From launch, the Mazda2 will be offered in three petrol engine variants, each with a five-speed gearbox.

    There are two options of the 1.3-litre engine, in either 75bhp or 86bhp form, with both managing 52.3 mpg on the com-bined cycle and 129g/km of CO2.

    Then there’s a higher power 1.5-litre offering 103bhp, 47.9mpg and a CO2 rating 140g/km. On sale at the end of the year will be a 1.4-litre turbodiesel version with 68bhp.

    There are three variants available: TS, TS2 and Sport, with prices starting at £8,499 on the road.

    That’s not exactly the cheapest on the market, but it is very comparable in terms of the amount of power offered, and certainly the levels of kit.

    Mazda isn’t looking to do high volumes and so stripped-out, budget-level cars aren’t really its thing.

    Even the entry level TS comes with attachment for an iPod, driver’s seat height adjustment, electric door mirror and a magazine rack.

    The marketing people are hoping that particular feature will be filled with Grazia and Heat rather than Yours and The English Garden.

    The next level up, the TS2, is a fair leap at £1,500 more expensive while the Sport version is a further £1,800 at £11,799.

    It comes with pretty much all the kit you can get for the 2, such as a funky sports styling, climate control, cruise control and automatic rain and light sensor. About the only thing missing is metallic paint at £350.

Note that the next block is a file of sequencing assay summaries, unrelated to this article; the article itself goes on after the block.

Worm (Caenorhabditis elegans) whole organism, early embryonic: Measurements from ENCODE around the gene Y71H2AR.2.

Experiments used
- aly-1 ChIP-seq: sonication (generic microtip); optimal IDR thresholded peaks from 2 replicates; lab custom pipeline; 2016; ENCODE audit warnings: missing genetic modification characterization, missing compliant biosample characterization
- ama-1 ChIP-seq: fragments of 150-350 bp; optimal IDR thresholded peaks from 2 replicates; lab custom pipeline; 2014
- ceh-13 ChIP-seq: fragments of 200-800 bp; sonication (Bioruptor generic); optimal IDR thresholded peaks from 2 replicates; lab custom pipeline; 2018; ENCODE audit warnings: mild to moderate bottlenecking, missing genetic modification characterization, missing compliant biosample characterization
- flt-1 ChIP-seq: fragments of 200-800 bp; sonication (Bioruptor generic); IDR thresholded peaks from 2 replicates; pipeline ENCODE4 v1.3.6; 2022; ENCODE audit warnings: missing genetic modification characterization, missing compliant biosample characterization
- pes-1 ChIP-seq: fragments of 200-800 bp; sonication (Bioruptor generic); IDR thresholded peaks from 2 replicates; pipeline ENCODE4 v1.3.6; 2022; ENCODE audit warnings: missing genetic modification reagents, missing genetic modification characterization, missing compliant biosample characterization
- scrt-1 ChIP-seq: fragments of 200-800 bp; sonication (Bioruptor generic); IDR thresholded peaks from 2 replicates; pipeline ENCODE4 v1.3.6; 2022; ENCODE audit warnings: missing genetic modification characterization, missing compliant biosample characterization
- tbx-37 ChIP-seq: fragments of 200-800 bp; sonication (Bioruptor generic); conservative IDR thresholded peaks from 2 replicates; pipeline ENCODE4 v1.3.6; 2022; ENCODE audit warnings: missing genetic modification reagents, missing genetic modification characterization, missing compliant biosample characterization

In fact, as is often the way with Mazda, there are very few options at all for any of the cars – only metallic paint, air conditioning, dynamic stability control and traction control can be specified – which at least makes the models clear and distinct on the used market, which should help residuals.

    There is talk that eventually an MPS version will be offered, as well as three door models, but for the moment, these three cars are the only versions on sale.

    Unusually, the car was on sale ahead of the launch and has been in showrooms since the start of September.

    Mazda UK managed to negotiate an early batch of 1,000 cars from Japan to coincide with the vital change in registration plates, although it hasn’t been marketed hard yet.

    Behind the wheel

    Getting behind the wheel highlighted a small problem.

    It’s really hard to tell the two 1.3 versions apart unless you’re the product manager for the Mazda2.